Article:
Delay & Distract: A Recovery Tool

Eating disorders are multi-faceted, which means that recovery is also an involved, confusing, and very often, frustrating process.
I would like to suggest a ‘tool’ for recovery which has proven to be helpful for those in treatment, as well as for those following up with their recovery.
This is called “My Delay & Distract List”.
The way this works is that each person (each of YOU!!), if you so choose, makes a list of 10 ways that they can delay having a symptom, and/or distract long enough to prevent having a symptom. For every person suffering from an eating disorder, a ‘symptom’ is unique to that individual.
Some of these are obvious, such as restricting your food at any particular meal or snack, bingeing and/or purging, taking laxatives, exercising in excess to what has been recommended, etc. You need to ask yourself, how does my eating disorder play out in my life, and what needs to change or stop in order for me to recover?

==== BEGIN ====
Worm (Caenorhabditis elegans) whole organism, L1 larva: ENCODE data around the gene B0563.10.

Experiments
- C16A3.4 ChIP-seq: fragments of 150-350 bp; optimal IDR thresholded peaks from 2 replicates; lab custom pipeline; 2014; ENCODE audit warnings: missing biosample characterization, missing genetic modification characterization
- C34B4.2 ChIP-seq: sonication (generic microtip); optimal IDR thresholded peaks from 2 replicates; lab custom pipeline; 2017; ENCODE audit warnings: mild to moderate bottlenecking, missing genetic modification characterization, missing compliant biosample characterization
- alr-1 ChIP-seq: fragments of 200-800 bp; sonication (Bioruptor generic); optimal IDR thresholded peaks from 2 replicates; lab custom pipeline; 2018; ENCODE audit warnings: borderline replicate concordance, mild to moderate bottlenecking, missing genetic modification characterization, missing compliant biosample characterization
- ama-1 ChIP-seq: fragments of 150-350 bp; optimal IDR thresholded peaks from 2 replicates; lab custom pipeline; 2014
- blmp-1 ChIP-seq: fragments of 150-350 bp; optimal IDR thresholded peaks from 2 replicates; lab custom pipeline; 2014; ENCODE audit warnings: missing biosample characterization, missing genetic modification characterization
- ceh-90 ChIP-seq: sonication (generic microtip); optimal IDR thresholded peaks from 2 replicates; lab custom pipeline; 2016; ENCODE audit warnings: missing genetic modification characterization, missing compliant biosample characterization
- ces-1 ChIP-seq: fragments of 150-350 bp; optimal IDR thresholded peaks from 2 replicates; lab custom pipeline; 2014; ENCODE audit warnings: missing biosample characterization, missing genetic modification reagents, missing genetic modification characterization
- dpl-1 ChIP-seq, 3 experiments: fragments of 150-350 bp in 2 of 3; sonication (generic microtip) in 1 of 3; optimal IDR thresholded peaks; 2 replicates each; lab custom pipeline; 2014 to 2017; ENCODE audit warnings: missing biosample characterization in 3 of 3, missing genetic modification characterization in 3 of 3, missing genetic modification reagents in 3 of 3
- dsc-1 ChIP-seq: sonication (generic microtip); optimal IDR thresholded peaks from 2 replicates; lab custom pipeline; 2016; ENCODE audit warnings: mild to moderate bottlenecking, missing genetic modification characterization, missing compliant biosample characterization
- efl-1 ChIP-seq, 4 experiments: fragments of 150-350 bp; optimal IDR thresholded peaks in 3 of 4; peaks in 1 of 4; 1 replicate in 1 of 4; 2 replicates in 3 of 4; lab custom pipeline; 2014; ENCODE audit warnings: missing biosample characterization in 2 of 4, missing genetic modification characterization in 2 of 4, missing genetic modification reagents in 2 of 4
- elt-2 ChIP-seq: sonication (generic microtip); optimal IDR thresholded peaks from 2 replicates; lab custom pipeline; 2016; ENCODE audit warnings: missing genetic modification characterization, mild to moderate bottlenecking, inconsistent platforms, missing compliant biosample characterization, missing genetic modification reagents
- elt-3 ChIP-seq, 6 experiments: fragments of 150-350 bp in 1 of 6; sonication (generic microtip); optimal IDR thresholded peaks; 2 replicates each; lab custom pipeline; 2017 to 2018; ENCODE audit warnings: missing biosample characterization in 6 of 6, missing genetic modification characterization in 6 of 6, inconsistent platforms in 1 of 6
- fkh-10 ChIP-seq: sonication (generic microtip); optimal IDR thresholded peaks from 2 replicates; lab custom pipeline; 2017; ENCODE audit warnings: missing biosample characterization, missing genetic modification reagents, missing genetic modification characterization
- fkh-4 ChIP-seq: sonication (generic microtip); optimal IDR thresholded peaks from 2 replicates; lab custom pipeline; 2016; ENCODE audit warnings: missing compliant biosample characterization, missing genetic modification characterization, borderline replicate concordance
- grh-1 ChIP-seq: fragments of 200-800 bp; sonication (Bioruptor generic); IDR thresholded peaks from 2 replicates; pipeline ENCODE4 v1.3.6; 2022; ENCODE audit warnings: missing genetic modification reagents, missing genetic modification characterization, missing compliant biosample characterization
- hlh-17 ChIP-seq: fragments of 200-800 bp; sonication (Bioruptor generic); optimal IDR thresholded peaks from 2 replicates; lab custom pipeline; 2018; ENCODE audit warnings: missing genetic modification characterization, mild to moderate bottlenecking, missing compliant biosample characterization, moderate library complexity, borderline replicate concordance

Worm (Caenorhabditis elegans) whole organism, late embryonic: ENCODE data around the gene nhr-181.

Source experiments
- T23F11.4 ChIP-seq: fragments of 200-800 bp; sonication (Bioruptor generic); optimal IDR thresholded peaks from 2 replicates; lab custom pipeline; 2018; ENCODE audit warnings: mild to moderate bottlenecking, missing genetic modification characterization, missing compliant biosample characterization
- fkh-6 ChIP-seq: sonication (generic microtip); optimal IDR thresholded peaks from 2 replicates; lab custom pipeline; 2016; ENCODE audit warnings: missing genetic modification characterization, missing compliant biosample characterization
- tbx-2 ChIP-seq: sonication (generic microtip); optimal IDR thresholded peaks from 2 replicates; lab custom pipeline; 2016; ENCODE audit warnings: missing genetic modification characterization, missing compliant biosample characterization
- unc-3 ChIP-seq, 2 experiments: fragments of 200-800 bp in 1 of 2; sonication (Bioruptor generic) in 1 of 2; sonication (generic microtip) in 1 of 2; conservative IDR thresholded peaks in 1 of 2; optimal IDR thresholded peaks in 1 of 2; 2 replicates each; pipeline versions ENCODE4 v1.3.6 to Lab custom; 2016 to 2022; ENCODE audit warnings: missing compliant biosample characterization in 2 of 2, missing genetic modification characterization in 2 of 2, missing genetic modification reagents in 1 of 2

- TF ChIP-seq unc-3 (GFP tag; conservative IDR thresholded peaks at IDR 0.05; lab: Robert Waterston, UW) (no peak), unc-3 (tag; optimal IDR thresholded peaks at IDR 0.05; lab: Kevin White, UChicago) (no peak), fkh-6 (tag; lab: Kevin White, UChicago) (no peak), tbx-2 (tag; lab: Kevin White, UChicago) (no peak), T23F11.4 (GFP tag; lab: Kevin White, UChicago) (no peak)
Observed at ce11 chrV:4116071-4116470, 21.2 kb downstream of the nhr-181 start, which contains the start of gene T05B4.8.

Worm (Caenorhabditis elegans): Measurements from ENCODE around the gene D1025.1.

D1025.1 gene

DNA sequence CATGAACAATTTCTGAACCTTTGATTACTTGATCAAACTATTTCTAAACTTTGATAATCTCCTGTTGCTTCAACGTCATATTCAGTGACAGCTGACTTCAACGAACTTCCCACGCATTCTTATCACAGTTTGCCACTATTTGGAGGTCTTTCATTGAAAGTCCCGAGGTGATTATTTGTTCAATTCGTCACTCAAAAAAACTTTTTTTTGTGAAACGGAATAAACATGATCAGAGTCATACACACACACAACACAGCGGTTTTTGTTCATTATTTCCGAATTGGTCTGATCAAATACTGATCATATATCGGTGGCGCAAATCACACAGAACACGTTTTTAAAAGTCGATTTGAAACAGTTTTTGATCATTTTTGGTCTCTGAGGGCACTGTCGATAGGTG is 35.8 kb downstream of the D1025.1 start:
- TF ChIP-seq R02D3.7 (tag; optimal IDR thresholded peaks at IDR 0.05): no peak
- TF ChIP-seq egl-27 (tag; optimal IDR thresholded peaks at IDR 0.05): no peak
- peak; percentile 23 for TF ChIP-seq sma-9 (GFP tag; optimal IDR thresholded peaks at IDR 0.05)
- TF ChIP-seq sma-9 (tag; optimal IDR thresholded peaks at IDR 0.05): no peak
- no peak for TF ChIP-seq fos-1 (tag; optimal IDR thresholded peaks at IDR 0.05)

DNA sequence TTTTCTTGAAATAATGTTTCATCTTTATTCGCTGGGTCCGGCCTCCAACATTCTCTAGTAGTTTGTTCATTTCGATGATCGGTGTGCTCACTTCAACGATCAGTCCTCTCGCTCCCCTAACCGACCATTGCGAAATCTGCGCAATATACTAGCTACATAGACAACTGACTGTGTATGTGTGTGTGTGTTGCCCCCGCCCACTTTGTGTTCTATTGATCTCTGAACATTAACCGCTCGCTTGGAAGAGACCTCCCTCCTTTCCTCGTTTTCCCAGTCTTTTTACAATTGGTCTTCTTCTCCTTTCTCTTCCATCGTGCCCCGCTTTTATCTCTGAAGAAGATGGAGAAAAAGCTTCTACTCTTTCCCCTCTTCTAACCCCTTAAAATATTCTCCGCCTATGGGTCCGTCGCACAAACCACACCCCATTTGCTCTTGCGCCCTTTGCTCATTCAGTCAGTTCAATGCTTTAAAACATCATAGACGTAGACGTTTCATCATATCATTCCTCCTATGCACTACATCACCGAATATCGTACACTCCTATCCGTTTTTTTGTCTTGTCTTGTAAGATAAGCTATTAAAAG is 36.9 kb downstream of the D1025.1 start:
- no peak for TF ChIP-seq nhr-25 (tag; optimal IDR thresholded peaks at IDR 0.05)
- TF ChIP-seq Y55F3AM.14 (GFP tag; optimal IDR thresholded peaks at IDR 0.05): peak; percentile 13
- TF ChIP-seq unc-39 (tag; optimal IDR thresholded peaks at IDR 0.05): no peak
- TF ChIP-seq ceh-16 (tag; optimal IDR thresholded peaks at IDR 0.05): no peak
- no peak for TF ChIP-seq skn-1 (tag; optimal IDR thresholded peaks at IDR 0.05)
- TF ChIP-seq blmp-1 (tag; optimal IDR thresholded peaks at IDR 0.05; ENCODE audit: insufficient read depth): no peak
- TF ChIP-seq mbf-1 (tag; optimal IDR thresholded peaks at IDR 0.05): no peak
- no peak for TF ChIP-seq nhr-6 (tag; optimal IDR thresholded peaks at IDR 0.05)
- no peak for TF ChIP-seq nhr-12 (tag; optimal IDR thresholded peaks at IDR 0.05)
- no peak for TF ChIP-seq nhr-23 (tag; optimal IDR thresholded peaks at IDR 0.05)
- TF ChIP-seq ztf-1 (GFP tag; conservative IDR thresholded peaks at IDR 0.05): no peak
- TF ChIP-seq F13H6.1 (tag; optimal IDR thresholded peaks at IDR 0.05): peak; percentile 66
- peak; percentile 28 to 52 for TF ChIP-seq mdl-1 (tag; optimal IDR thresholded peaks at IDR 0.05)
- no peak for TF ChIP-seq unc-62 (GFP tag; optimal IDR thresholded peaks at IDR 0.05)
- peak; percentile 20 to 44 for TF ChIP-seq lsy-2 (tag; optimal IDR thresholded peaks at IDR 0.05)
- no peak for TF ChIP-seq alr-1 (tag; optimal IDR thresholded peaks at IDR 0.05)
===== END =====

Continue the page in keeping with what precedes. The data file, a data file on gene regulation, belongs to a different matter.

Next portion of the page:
All ‘symptoms’ can be interrupted, or prevented. It’s very difficult, but not impossible to do this when the behavior has become automatic, or at times, is an impulsive reaction to a ‘trigger’.
This list should include activities or actions that you know will help you ‘delay and distract’ from acting on your eating disorder symptoms. This could include making a phone call to a support person (friend, family, or professional if you have that option), listening to music, drawing, writing, crafts, saying a prayer, meditating, etc., but the list is YOURS, not anyone else’s.
It has been suggested by those who have used these lists and found them helpful, to share your lists with someone you trust, especially if they may be involved with one or more of your ‘tools’ for delay and distracting…as an added means of accountability.
At first it might be harder to go to your list and use it. But please don’t give up. The more aware you become of what triggers you, and the more motivated you become for recovery, I think you will find it easier to use this tool.

Eating Disorder Self Test. Take the EAT-26 self test to see if you might have eating disorder symptoms that might require professional evaluation. All answers are confidential.

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